One autumn I went to spend the hunting season with some friends in a chateau in Picardy.
My friends were fond of practical jokes. I do not care to know people who are not.
When I arrived, they gave me a princely reception, which at once awakened suspicion in my mind. They fired off rifles, embraced me, made much of me, as if they expected to have great fun at my expense.
I said to myself:
“Look out, old ferret! They have something in store for you.”
During the dinner the mirth was excessive, exaggerated, in fact. I thought: “Here are people who have more than their share of amusement, and apparently without reason. They must have planned some good joke. Assuredly I am to be the victim of the joke. Attention!”
During the entire evening every one laughed in an exaggerated fashion. I scented a practical joke in the air, as a dog scents game. But what was it? I was watchful, restless. I did not let a word, or a meaning, or a gesture escape me. Every one seemed to me an object of suspicion, and I even looked distrustfully at the faces of the servants.
The hour struck for retiring; and the whole household came to escort me to my room. Why?
They called to me: “Good-night.” I entered the apartment, shut the door, and remained standing, without moving a single step, holding the wax candle in my hand.
I heard laughter and whispering in the corridor. Without doubt they were spying on me. I cast a glance round the walls, the furniture, the ceiling, the hangings, the floor. I saw nothing to justify suspicion. I heard persons moving about outside my door. I had no doubt they were looking through the keyhole.
An idea came into my head: “My candle may suddenly go out and leave me in darkness.”
Then I went across to the mantelpiece and lighted all the wax candles that were on it. After that I cast another glance around me without discovering anything. I advanced with short steps, carefully examining the apartment. Nothing. I inspected every article, one after the other. Still nothing. I went over to the window. The shutters, large wooden shutters, were open. I shut them with great care, and then drew the curtains, enormous velvet curtains, and placed a chair in front of them, so as to have nothing to fear from outside.
Then I cautiously sat down. The armchair was solid. I did not venture to get into the bed. However, the night was advancing; and I ended by coming to the conclusion that I was foolish. If they were spying on me, as I supposed, they must, while waiting for the success of the joke they had been preparing for me, have been laughing immoderately at my terror. So I made up my mind to go to bed. But the bed was particularly suspicious-looking. I pulled at the curtains. They seemed to be secure.
All the same, there was danger. I was going perhaps to receive a cold shower both from overhead, or perhaps, the moment I stretched myself out, to find myself sinking to the floor with my mattress. I searched in my memory for all the practical jokes of which I ever had experience. And I did not want to be caught. Ah! certainly not! certainly not! Then I suddenly bethought myself of a precaution which I considered insured safety. I caught hold of the side of the mattress gingerly, and very slowly drew it toward me. It came away, followed by the sheet and the rest of the bedclothes. I dragged all these objects into the very middle of the room, facing the entrance door. I made my bed over again as best I could at some distance from the suspected bedstead and the corner which had filled me with such anxiety. Then I extinguished all the candles, and, groping my way, I slipped under the bed clothes.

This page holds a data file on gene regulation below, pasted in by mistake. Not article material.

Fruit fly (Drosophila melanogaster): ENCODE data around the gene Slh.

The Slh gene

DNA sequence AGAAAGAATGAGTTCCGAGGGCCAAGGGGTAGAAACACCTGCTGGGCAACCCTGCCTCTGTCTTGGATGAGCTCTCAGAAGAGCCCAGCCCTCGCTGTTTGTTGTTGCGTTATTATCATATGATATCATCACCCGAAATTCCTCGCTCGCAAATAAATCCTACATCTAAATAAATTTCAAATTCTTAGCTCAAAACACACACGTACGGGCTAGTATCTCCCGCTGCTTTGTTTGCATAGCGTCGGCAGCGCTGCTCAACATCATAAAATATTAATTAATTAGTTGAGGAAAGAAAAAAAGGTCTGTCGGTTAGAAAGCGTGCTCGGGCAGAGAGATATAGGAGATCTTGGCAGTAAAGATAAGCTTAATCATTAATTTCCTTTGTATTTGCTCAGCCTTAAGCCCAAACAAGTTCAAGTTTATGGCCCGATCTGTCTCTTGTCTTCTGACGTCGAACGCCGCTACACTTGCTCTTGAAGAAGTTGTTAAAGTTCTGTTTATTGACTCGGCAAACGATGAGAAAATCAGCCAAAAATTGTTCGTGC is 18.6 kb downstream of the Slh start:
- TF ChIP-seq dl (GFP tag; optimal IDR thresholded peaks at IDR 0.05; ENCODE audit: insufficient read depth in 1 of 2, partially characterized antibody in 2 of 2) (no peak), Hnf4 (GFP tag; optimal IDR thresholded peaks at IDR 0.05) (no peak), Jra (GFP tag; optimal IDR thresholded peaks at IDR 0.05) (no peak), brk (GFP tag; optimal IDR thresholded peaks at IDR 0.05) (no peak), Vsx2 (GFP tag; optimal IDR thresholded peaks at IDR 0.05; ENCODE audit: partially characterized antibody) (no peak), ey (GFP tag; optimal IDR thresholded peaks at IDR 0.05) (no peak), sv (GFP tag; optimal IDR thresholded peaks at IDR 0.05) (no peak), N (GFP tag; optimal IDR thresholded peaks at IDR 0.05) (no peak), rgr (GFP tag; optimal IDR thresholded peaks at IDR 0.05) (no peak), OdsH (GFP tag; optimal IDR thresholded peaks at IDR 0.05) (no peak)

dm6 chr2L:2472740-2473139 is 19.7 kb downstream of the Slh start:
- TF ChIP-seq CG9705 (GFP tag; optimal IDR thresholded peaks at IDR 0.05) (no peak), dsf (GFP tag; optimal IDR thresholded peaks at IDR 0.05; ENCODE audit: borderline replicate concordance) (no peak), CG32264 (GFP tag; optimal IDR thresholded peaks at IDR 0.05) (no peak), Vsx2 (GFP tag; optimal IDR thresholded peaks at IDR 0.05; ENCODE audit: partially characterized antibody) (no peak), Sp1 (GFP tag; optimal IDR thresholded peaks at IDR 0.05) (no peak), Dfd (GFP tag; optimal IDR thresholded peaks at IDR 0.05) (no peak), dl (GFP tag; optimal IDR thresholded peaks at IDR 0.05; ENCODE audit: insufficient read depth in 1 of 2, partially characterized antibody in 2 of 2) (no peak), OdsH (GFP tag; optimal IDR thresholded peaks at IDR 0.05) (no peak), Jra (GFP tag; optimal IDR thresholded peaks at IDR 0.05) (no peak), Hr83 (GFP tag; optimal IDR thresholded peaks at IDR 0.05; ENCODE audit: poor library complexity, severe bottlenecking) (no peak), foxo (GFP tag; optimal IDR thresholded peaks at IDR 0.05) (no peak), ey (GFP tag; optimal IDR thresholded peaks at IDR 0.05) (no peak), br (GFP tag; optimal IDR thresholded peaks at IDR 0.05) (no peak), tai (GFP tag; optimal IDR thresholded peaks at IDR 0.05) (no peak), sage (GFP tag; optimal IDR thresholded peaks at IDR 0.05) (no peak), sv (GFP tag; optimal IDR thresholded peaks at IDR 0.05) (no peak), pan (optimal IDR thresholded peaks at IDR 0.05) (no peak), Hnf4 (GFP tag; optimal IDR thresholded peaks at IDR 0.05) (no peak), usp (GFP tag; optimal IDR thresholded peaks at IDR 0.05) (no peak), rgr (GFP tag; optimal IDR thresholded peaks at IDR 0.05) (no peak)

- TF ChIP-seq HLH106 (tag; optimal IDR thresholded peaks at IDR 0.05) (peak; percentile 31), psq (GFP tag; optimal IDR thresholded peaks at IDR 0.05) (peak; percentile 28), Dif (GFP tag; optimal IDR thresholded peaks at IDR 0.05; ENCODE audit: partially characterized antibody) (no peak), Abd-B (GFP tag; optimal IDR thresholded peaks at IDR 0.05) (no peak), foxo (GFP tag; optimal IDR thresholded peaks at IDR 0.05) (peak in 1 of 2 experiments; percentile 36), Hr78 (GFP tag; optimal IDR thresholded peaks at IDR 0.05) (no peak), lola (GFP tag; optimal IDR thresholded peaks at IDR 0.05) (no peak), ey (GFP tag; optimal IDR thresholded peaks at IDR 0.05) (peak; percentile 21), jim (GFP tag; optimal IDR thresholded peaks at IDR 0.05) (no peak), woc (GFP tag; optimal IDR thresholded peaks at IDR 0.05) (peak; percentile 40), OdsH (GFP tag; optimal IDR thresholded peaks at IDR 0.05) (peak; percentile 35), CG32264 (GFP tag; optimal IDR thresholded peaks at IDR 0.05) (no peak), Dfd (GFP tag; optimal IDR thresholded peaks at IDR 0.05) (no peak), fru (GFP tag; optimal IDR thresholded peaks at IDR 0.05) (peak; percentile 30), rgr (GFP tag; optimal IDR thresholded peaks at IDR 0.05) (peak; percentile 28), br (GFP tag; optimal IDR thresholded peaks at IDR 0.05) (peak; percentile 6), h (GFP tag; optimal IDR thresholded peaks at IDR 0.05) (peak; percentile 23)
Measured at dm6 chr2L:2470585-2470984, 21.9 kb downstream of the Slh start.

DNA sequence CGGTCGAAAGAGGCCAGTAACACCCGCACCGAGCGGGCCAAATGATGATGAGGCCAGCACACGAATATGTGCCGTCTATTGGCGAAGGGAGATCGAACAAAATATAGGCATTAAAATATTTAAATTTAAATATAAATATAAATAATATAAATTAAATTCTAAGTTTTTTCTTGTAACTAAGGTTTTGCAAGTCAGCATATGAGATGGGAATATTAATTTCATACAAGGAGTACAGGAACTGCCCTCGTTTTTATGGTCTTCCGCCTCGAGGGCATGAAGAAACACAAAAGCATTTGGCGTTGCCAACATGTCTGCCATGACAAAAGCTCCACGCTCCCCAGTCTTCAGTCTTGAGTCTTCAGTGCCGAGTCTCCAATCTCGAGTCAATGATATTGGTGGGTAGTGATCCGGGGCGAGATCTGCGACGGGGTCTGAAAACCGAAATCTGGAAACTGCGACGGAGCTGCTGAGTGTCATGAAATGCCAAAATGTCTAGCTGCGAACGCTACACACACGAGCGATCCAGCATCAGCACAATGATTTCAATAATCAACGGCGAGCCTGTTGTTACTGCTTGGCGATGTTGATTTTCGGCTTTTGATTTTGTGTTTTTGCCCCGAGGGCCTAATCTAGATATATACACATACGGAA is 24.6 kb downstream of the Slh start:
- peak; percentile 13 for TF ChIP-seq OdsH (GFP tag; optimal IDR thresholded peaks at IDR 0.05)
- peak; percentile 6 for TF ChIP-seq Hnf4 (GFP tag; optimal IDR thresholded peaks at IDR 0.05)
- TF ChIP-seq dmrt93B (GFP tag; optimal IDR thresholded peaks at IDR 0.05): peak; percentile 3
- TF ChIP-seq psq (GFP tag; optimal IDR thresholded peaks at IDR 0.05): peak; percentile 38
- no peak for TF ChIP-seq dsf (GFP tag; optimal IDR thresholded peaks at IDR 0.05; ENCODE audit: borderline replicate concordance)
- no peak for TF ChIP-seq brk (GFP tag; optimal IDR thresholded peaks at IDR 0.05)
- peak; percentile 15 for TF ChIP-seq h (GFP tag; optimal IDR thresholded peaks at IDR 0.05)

For at least another hour I remained awake, starting at the slightest sound. Everything seemed quiet in the chateau. I fell asleep.
I must have been in a deep sleep for a long time, but all of a sudden I was awakened with a start by the fall of a heavy body tumbling right on top of my own, and, at the same time, I received on my face, on my neck, and on my chest a burning liquid which made me utter a howl of pain. And a dreadful noise, as if a sideboard laden with plates and dishes had fallen down, almost deafened me.
I was smothering beneath the weight that was crushing me and preventing me from moving. I stretched out my hand to find out what was the nature of this object. I felt a face, a nose, and whiskers. Then, with all my strength, I launched out a blow at this face. But I immediately received a hail of cuffings which made me jump straight out of the soaked sheets, and rush in my nightshirt into the corridor, the door of which I found open.
Oh, heavens! it was broad daylight. The noise brought my friends hurrying into my apartment, and we found, sprawling over my improvised bed, the dismayed valet, who, while bringing me my morning cup of tea, had tripped over this obstacle in the middle of the floor and fallen on his stomach, spilling my breakfast over my face in spite of himself.
The precautions I had taken in closing the shutters and going to sleep in the middle of the room had only brought about the practical joke I had been trying to avoid.
Oh, how they all laughed that day!